Editor’s note: The following is from Robert DesRosier of Blackfeet Nation, a tribal nation located in the northwest portion of Montana.
Posted by: Robert DesRosier, Blackfeet Nation Director of Emergency Services
All reservations have their own challenges when it comes to emergency preparedness. As the Director of Emergency Services for Blackfeet Nation, I can attest to the trifecta of challenges we face: (1) unique geographic location along Montana’s northwest border, (2) enormous breadth of territory – we span over one million acres, including 60 miles of international border, and (3) a cash-strapped budget.
Our remote location in a state as large as Montana and our status as a reservation demands we be equipped to independently respond to the full spectrum of hazards. Recognizing this fact, the combined force of our own initiatives and invaluable support from the federal government has allowed us to produce a more cohesive, capable response to support the reservation.
Here is some of the work we have accomplished:
More Effective Training
The most significant improvement in our preparedness is how we've trained our community for self-preservation topics: 5,000 of the 8,000 reservation’s residents are trained; this is up 3,500 who were trained ten years ago. And the Blackfeet Community College now offers an associate’s degree in homeland security and we emphasize the importance of the National Incident Management System and Incident Command Structure courses that are available.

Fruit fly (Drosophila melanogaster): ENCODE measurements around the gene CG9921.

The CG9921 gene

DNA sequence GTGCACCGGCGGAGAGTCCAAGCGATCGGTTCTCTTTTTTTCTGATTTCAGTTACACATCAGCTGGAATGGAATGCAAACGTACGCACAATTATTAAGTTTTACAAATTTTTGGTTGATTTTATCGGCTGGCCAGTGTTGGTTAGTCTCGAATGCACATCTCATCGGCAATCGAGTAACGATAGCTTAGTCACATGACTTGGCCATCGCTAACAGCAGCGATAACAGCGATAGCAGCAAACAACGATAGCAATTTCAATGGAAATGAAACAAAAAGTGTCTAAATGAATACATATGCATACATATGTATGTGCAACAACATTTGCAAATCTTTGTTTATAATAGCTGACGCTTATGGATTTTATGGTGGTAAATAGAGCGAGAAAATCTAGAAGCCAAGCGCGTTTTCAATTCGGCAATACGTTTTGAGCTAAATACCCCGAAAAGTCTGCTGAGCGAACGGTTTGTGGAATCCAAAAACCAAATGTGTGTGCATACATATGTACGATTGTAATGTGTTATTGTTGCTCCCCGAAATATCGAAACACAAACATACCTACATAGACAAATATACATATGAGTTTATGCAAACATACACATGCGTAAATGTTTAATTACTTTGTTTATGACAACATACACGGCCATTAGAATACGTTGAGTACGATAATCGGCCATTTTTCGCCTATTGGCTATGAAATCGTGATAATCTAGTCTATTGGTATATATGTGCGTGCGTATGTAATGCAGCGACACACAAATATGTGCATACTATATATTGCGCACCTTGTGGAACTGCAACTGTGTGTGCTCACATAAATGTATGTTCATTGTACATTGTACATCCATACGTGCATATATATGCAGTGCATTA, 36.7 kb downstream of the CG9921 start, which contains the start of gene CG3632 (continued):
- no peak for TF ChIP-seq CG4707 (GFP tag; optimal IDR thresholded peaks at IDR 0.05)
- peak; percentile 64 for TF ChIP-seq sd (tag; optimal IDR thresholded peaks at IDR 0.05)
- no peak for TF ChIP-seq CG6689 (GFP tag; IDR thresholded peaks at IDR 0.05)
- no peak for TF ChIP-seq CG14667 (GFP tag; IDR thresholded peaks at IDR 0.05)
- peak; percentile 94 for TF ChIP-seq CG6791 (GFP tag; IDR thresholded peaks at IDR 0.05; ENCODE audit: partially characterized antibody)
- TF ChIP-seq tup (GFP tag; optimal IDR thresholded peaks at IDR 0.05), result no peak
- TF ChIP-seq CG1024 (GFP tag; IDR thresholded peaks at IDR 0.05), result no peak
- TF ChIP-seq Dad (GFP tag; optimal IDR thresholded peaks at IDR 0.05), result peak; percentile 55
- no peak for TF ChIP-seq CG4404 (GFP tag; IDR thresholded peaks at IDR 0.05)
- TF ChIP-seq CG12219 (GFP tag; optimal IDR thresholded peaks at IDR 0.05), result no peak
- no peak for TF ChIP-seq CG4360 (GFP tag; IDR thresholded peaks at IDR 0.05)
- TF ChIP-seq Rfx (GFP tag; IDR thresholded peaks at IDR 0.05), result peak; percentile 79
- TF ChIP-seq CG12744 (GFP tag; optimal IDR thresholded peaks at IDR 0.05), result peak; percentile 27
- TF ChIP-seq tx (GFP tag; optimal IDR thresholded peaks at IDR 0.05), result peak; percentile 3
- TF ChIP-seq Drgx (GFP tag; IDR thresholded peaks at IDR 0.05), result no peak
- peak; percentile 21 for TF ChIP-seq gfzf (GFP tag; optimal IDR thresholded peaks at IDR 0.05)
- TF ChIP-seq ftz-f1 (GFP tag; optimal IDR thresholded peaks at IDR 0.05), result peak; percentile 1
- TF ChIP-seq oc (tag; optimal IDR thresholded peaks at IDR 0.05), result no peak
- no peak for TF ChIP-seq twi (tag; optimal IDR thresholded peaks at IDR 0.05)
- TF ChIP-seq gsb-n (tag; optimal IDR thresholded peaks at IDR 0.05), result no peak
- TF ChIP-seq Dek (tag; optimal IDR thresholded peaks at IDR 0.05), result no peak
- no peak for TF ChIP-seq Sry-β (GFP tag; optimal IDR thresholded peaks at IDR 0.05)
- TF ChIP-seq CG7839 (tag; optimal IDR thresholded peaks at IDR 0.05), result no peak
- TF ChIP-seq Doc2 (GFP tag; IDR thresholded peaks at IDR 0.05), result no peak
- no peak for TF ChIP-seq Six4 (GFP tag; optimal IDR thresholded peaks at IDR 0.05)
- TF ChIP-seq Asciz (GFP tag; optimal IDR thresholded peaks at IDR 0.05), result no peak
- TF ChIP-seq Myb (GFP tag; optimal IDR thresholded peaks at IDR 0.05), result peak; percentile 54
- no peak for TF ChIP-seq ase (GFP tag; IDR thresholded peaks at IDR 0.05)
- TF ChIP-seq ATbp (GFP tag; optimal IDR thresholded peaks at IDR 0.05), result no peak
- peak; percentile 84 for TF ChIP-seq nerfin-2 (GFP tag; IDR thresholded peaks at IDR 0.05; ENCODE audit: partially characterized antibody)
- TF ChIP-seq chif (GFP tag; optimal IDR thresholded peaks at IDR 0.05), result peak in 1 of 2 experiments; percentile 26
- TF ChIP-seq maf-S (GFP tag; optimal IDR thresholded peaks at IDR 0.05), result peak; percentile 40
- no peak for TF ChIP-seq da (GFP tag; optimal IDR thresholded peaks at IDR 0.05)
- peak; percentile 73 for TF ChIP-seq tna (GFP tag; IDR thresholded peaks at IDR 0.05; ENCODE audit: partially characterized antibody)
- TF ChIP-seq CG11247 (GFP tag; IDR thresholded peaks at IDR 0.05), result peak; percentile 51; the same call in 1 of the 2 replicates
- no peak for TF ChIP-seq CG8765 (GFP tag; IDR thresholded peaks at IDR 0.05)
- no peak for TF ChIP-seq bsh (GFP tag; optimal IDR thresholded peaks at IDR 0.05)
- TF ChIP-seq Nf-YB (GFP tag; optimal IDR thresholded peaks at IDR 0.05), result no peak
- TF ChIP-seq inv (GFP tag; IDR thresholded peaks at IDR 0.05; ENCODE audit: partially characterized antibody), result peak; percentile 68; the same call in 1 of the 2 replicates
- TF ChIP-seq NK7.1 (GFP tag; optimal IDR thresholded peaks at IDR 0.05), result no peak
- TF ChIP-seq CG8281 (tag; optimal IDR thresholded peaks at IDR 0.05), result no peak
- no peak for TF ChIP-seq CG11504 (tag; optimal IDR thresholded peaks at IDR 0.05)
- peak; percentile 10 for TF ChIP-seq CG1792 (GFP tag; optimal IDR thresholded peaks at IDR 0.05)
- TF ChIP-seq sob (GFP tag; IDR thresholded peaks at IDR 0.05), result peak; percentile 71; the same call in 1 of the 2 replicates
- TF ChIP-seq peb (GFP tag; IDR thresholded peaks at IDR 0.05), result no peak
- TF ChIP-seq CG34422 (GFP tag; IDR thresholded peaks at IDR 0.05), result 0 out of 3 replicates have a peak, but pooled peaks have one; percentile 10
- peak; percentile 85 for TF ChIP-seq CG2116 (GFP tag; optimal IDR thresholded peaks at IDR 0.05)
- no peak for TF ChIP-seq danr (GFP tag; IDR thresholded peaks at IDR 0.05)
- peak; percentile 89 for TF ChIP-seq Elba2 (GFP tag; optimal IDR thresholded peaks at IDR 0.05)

Better, More Capable Equipment
FEMA-sponsored grants have gone a long way in supplementing desperately needed resources. Through the 2010 Tribal Homeland Security Grant program, the reservation was provided with state of the art equipment, such as thermal and night vision, outstanding 4-wheel all-terrain-vehicles that are ideal for patrolling our international borders, and enhanced interoperable communications for all our response communities.
Emphasizing the "Team Approach"
Our improved communications capabilities extend beyond advanced technology though. We have placed a strong emphasis on increasing interaction with fellow tribes and capitalizing on the myriad resources offered by FEMA, both of which have been met with great success.
Last year we kicked off the Tribal Nations Homeland Security Conference, with Tribes from the Northwest and as far away as Virginia, and we have led the effort in organizing the Tribal Nations Working Group, pulling together all seven Tribal Nations in Montana to start cohesively addressing plan readiness and mitigation measures. It’s been very positive, just based on the trust level we’ve established by community building.
The networking opportunities and information sharing we participate in at FEMA workshops has been instrumental in assisting our resource-limited reservation in optimizing our strategy and operations, and Blackfeet Nation is better prepared to support our citizens in the event of an emergency.